Theodore Roosevelt Conservation Partnership
As the United States writhes in one of the driest and hottest summers in history, with nearly two-thirds of the lower 48 states experiencing some form of drought, millions of Americans (including farmers and ranchers) are struggling from the resulting loss of income and higher prices for food and fuel. Other recent disturbing news illustrates the practical implications this weather event can have on fish and wildlife. Millions of fish – sturgeon, large- and smallmouth bass, channel catfish and other species – are dying in the Midwest as water temperatures skyrocket to as high as 100 degrees.
What is clear: both the human toll and the impacts to fish and wildlife caused by a changing climate and warmer temperatures have real consequences and cannot be ignored.
A new NASA report states that climate change is responsible for recent extreme weather events and that the probability of unusually warm summers has greatly increased. Now, Dr. Richard A. Muller, a physicist known for his staunch denial of global warming, has concluded that global warming is in fact real, with human production of carbon dioxide causing the world to slowly warm.
“I’m personally very worried,” says Dr. Muller. “I personally suspect that it will be bad.”
Of course, many continue to refute the science underlying climate change and indict the majority of scientists who accept its existence for promulgating a political agenda. In my opinion, as the TRCP’s climate change initiative manager, these individuals are simply resistant to accepting the reality of what science has made abundantly clear: climate change is real, and it already is affecting our natural resources, fish and wildlife and outdoor opportunities.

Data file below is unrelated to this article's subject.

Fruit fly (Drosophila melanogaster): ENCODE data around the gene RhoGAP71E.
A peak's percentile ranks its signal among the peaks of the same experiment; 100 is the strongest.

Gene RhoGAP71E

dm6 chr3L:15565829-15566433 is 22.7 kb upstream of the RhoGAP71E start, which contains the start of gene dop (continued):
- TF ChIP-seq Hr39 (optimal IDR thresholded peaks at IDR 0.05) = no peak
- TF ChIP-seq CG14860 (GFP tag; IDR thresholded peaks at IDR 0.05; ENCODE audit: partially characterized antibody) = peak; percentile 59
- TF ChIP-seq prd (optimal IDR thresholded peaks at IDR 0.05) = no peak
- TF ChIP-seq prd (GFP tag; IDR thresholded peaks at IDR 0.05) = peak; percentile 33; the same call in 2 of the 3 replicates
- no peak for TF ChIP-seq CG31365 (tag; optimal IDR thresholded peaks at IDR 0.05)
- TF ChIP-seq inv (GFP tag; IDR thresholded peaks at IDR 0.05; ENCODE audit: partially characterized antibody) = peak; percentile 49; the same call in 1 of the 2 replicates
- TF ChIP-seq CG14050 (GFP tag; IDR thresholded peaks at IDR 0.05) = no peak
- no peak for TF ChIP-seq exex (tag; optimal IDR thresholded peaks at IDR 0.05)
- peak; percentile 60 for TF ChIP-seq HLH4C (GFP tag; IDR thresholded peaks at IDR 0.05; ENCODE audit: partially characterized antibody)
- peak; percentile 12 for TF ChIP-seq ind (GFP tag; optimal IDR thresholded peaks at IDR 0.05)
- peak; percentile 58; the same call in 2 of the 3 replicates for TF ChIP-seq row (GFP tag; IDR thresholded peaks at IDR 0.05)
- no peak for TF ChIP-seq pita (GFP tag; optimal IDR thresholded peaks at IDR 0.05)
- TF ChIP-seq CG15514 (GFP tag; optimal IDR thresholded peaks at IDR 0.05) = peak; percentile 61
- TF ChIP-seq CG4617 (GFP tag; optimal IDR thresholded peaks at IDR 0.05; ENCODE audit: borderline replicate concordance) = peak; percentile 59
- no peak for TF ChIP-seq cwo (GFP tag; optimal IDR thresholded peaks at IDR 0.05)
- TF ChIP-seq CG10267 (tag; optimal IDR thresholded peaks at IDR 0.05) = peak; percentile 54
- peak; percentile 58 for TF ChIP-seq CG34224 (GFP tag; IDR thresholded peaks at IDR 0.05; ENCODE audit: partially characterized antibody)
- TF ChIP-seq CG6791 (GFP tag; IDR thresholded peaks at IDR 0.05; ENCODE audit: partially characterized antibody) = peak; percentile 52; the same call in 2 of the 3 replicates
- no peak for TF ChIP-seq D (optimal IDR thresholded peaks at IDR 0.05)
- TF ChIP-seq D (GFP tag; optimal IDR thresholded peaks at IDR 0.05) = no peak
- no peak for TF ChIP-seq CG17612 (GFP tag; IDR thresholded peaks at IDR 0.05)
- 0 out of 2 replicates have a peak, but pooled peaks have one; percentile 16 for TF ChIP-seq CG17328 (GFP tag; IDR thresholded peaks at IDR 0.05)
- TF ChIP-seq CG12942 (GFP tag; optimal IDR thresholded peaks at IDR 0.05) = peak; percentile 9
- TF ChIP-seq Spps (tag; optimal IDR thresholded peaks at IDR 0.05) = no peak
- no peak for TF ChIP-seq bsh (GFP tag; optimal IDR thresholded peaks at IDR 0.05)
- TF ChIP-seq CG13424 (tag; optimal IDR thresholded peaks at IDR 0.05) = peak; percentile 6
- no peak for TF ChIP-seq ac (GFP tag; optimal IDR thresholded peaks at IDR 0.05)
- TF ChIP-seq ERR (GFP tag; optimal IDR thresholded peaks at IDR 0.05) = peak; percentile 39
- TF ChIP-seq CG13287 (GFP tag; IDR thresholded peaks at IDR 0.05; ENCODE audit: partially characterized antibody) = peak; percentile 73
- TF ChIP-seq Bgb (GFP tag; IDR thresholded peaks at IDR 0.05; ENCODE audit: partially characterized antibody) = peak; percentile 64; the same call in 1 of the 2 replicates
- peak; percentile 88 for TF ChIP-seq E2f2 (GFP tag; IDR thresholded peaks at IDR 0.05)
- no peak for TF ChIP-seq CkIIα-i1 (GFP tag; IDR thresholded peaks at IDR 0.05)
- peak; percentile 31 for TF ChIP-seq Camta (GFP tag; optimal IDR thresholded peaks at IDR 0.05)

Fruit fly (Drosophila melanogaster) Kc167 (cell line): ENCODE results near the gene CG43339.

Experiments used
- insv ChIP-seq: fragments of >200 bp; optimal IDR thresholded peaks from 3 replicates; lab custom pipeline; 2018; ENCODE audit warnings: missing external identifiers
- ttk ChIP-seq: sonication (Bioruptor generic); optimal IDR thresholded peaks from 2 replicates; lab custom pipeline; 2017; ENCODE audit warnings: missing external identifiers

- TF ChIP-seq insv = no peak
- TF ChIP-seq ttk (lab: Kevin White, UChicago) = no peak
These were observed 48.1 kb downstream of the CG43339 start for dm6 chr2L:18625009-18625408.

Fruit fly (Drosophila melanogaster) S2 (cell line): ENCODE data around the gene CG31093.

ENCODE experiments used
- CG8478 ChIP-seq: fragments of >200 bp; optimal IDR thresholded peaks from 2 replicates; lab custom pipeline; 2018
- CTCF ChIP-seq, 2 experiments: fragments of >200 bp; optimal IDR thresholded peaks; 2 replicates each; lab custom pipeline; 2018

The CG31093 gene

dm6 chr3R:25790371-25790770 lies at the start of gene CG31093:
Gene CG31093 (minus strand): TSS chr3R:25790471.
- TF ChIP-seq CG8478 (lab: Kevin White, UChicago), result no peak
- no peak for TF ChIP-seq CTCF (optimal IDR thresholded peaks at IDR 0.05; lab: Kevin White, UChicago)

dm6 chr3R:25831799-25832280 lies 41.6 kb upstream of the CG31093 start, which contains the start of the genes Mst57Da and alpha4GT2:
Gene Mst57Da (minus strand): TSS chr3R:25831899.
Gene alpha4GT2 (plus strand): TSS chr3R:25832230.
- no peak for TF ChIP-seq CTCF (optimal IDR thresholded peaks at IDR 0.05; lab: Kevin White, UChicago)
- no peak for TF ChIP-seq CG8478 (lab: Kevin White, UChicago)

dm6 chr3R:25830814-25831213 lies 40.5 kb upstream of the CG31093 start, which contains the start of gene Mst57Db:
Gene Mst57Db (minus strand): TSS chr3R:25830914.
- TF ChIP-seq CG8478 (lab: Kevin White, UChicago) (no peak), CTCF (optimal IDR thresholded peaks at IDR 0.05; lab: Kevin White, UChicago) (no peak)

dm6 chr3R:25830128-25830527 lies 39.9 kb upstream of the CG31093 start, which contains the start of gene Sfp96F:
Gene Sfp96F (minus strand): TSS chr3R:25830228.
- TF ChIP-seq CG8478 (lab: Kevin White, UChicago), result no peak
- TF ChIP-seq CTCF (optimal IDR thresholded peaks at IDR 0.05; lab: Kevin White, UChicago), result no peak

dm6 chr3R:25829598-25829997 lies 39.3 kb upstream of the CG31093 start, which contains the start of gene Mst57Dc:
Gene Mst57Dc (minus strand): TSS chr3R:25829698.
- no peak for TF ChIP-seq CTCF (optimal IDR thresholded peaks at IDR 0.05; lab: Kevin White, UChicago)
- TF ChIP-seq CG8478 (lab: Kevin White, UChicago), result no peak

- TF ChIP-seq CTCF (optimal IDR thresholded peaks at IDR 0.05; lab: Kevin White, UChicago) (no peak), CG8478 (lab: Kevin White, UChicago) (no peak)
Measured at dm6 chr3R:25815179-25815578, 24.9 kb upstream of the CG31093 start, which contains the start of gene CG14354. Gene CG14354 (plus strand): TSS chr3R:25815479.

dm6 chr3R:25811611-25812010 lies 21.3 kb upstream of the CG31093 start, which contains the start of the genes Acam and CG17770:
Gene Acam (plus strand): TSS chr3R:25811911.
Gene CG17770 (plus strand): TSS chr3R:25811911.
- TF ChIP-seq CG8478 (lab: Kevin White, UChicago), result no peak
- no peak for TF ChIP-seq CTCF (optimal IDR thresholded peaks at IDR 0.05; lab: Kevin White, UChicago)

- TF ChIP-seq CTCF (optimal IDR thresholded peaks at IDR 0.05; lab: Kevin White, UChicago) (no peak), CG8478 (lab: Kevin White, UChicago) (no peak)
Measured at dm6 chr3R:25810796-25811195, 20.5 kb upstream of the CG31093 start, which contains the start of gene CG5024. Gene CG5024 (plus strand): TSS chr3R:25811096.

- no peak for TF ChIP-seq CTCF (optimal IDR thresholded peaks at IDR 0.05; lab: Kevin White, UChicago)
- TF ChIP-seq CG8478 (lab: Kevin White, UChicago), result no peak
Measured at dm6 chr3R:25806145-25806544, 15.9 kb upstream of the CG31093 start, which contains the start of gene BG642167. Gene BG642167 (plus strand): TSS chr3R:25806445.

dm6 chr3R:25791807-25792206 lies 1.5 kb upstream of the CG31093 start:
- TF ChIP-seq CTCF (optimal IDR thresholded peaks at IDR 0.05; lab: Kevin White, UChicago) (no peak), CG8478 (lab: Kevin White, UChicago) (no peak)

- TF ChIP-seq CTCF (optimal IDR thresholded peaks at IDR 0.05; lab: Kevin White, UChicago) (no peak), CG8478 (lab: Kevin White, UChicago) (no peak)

I recently wrote a guest article in The Seattle Times arguing that to develop an effective approach to addressing climate change, we cannot rely solely on public opinion polls. We must pay attention to those who are “voting with their feet” – the fish and wildlife that cannot debate habitability in the public square and must adapt to or migrate from changing habitat or die.
At the TRCP, we accept the growing evidence that climate change is real and that changes go well beyond disturbances driven by entirely natural forces. We regularly consult with fish and wildlife biologists in state and federal agencies throughout the United States on the habits, distribution and abundance of fish and wildlife.
The facts leave no doubt that climate change is undeniable. Here are a few examples:
♦ Even before this year’s Midwestern fish kills from hot water, smallmouth bass have been migrating upstream nearly 40 miles in the warming Yellowstone River, displacing Yellowstone cutthroat that require colder water.
♦ Warming winters and summers have led to an explosion in mountain pine beetle infestations over millions of acres in many Western pine forests, causing a dramatic conversion of forest cover to grass and shrub meadows in elk habitat. This leads to changes in elk populations and distribution during hunting seasons.
♦ In a direct response to warmer springs and summers and elevated atmospheric carbon dioxide levels in the atmosphere, invasive cheatgrass has out-competed sagebrush and native grasses and shrubs throughout 100 million acres of the sagebrush steppe in the West, leading to decreased mule deer and greater sage-grouse habitat and populations, as well as diminished hunting opportunities.
What is the TRCP doing now? We are actively working to inform, educate and mobilize sportsmen by reporting timely data from state fish and wildlife agencies and federal land management agencies. Our state-specific presentations highlight the implications of a changing environment on fish and wildlife and the consequences for sustainable hunting and fishing. We’ve developed presentations for Montana, Washington and Colorado – withOregon and New Mexico in the works.
Rather than debating specific points of air temperature or carbon dioxide data, the TRCP focuses on the cascading effects of a changing climate in the biological world, including impacts to species of fish and game most important to sportsmen. We highlight on-the-ground projects that help fish and wildlife adapt to a changing environment.
We are taking these state-specific presentations directly to sportsmen-based clubs throughout the West with the goal of providing factual evidence on climate change. Take five minutes to watch the video below and draw your own conclusions.